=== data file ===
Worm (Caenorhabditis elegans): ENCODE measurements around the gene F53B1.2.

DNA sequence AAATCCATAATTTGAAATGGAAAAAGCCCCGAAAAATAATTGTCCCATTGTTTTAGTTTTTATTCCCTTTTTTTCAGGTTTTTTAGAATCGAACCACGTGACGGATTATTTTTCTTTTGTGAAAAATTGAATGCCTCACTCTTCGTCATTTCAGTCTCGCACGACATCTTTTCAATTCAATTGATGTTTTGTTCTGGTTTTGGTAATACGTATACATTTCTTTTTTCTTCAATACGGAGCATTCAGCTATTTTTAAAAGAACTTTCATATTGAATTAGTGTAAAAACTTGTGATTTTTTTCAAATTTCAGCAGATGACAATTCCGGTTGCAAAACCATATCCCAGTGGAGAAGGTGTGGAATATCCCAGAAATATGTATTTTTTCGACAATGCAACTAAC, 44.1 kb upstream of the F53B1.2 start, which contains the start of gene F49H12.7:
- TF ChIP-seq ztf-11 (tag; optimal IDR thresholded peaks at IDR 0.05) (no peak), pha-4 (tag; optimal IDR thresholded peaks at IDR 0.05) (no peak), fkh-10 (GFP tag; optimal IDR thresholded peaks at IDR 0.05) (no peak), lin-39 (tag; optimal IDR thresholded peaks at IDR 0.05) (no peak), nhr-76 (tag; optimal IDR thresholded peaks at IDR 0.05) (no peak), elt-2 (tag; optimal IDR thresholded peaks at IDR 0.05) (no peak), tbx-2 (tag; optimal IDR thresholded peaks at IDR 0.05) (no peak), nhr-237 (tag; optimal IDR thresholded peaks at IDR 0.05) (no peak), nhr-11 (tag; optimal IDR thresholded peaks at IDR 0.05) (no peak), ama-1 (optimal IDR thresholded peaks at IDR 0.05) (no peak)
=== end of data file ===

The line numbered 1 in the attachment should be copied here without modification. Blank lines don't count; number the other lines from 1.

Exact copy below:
Worm (Caenorhabditis elegans): ENCODE measurements around the gene F53B1.2.